Confronted with allegations of manipulation and tampering of electronic voting machines in elections, the Election Commission of India (ECI) has decided to soon throw an “open challenge” to test the infallibility of EVMs, sources in the poll panel told The Indian Express. “We will soon fix a date for this open challenge. In 2009, too, the ECI had thrown an open challenge for anyone to demonstrate how EVMs owned by the ECI can be tampered with. No one could prove it. Since such apprehensions have been raised once again, we have decided to repeat the exercise to put all doubts to rest,” said sources.
Representatives from political parties will be invited to participate in the challenge, along with people who know the technology, organisations and individuals who have raised doubts about the integrity of the commission’s EVMs, sources said. On Monday, Delhi Chief Minister Arvind Kejriwal had challenged the commission to make the EVMs available to the party for 72 hours and claimed that “we will read the code and rewrite it too”.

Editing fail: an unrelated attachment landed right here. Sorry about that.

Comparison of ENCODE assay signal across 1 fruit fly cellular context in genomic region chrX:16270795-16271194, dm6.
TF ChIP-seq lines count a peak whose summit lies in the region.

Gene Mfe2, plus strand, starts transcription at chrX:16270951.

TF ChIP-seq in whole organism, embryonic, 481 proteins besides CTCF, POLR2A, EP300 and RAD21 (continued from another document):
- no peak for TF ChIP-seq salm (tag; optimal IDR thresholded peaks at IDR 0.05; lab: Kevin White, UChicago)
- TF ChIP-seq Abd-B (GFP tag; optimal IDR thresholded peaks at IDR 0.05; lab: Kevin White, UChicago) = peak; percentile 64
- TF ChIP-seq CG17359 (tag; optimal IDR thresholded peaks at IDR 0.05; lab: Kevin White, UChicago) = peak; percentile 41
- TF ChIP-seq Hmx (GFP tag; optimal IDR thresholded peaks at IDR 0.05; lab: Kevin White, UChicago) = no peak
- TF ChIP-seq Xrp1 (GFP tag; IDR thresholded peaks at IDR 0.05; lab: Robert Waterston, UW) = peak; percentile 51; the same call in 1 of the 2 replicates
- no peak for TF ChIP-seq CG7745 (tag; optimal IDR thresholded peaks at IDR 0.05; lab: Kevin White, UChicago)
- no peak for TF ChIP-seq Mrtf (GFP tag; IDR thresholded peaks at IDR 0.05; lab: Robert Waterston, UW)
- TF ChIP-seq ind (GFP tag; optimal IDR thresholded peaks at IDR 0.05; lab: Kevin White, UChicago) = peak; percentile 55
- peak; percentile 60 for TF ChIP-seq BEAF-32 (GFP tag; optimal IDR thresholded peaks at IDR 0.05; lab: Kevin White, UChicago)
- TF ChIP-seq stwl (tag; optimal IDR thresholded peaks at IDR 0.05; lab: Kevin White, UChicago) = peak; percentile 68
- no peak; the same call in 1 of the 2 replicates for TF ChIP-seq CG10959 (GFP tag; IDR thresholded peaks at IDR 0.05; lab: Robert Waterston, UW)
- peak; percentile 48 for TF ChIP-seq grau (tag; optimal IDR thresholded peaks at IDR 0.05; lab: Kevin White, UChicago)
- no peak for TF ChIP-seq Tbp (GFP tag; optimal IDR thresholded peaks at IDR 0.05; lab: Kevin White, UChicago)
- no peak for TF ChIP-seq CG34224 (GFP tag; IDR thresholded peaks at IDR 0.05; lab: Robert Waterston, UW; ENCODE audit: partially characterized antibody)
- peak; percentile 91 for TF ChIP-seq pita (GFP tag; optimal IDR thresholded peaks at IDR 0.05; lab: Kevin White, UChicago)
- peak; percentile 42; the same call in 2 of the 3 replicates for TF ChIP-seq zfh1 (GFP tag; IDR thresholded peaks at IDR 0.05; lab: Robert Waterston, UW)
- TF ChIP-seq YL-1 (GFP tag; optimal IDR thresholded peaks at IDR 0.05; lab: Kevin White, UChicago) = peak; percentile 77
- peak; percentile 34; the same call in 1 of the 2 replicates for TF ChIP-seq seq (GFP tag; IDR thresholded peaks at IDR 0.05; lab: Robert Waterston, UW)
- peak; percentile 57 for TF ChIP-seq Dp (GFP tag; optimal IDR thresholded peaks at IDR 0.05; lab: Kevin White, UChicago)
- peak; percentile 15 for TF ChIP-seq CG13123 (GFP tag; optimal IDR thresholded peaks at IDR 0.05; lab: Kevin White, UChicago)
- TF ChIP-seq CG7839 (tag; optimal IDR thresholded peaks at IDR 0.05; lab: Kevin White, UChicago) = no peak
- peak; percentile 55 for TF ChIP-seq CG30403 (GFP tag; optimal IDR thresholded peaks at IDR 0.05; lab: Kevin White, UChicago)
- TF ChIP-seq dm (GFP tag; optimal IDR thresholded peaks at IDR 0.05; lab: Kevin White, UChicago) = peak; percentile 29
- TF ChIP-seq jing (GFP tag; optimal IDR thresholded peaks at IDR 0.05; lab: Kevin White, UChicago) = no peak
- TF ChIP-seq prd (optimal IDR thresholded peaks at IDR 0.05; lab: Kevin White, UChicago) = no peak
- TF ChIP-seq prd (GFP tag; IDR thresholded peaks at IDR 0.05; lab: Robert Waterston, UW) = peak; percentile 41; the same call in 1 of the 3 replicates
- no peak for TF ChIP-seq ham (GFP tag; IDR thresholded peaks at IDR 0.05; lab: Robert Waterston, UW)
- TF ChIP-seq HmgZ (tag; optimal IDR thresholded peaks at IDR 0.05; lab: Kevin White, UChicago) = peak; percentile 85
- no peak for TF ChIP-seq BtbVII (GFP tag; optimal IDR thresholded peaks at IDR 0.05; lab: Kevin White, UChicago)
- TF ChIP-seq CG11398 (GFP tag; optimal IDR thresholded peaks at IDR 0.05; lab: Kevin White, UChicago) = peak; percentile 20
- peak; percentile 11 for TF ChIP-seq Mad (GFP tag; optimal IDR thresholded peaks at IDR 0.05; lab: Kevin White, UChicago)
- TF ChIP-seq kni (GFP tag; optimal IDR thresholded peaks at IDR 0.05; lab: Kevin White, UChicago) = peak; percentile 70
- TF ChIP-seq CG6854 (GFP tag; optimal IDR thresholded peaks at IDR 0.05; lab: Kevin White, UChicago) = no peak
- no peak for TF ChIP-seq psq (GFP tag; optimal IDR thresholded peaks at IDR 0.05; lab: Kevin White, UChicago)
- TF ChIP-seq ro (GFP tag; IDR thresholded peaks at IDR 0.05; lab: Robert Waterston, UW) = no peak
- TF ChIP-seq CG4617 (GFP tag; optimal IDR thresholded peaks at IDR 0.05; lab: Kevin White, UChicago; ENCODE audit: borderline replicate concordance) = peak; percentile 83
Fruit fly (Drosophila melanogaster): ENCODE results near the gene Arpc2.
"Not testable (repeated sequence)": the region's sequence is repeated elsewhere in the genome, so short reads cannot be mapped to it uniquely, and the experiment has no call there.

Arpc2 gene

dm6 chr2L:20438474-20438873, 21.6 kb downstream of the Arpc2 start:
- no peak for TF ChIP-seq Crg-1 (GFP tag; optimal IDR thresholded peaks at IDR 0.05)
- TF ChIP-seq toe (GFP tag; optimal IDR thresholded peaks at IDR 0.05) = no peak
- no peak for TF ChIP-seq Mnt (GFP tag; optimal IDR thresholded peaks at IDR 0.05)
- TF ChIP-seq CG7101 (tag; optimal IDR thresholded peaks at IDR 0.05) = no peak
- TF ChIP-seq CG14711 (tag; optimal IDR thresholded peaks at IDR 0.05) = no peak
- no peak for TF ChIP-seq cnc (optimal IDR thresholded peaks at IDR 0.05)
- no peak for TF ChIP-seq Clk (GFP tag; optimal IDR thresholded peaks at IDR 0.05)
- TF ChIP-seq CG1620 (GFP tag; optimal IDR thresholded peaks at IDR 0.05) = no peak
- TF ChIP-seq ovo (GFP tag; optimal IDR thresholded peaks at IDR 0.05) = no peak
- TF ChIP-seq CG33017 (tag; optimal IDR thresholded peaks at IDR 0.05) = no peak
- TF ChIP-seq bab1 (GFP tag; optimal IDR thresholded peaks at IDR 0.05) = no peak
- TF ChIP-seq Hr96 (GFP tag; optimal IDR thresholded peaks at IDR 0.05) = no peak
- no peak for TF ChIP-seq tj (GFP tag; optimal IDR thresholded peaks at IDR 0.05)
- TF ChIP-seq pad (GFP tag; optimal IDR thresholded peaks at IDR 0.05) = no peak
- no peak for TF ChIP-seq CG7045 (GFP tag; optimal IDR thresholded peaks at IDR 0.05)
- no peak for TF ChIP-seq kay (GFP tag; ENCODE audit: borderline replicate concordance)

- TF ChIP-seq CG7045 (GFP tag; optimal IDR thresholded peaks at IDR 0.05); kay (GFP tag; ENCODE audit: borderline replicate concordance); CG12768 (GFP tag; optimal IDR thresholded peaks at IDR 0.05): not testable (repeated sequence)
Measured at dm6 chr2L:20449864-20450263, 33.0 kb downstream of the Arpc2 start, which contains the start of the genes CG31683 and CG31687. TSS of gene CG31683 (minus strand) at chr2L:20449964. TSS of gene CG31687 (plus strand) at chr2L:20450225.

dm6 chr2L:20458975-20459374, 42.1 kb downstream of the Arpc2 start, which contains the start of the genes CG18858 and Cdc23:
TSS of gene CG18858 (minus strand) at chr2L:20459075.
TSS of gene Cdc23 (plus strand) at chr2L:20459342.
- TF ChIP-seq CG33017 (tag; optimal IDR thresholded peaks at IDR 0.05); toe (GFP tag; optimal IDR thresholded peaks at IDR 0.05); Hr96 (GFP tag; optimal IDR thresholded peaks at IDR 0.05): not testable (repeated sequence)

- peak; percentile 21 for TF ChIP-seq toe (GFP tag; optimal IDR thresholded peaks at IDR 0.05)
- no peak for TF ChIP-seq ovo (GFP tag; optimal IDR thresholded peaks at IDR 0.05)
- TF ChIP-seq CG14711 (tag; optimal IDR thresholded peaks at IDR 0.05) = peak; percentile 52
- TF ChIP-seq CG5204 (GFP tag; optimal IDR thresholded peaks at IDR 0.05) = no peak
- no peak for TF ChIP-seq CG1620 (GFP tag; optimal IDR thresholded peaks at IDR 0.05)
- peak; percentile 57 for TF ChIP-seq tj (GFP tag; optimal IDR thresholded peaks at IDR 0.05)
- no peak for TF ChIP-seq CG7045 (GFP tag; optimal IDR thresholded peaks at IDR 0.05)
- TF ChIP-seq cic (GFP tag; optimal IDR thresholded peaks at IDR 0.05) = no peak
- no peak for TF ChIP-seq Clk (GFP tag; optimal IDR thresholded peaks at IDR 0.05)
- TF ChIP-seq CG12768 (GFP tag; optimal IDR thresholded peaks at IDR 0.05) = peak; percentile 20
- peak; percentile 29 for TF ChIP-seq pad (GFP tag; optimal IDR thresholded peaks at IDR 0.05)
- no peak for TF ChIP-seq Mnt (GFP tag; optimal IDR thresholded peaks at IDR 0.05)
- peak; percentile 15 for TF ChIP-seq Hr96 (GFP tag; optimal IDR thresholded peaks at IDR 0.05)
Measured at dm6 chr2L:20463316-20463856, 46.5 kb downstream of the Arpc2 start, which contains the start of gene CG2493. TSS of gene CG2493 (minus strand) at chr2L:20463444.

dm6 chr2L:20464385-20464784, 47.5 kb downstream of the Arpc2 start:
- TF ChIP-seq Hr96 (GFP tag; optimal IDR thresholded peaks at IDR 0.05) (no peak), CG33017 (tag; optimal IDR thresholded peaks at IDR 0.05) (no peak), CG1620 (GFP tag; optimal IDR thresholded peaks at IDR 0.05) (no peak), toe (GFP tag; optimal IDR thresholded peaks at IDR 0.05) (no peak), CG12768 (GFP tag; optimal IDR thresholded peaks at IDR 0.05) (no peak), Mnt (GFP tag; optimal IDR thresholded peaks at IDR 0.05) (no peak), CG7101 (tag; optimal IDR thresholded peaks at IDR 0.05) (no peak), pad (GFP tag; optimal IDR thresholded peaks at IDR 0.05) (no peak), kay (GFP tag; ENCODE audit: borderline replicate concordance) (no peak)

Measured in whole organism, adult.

Kejriwal had earlier alleged that the EVMs could be manipulated, following the party’s underwhelming performance in the Punjab assembly polls. Before that, BSP chief Mayawati had blamed faulty EVMs for her party’s rout in the UP assembly elections, with the charge being endorsed by the SP and the Congress. These parties have demanded that EVMs should not be used for elections unless equipped with a Voter-Verifiable Paper Audit Trail (VVPAT) facility.
These allegations gained ground on Saturday following reports that a VVPAT machine used during a trial in Madhya Pradesh only dispensed slips with the BJP’s poll symbol. The Commission has repeatedly denied the allegations, and on Monday dismissed Kejriwal’s latest charge as “baseless”.
On March 16, the commission issued a communication stating that during the “open challenge” in 2009, “in spite of opportunities given by ECI, machines opened and internal components shown, no one could demonstrate any tampering with the machine in the ECI headquarters”.
At the time, the commission had invited those who had expressed reservations about EVMs, including political parties, petitioners before various courts and some individuals who had written to the panel, to validate their allegations during demonstrations.
In its communication last month, the commission stated that the outcome of the 2009 exercise was that “none of the persons, who was given the opportunity, could demonstrate any tamperability of ECI-EVMs”. “They either failed or chose not to demonstrate,” it said.
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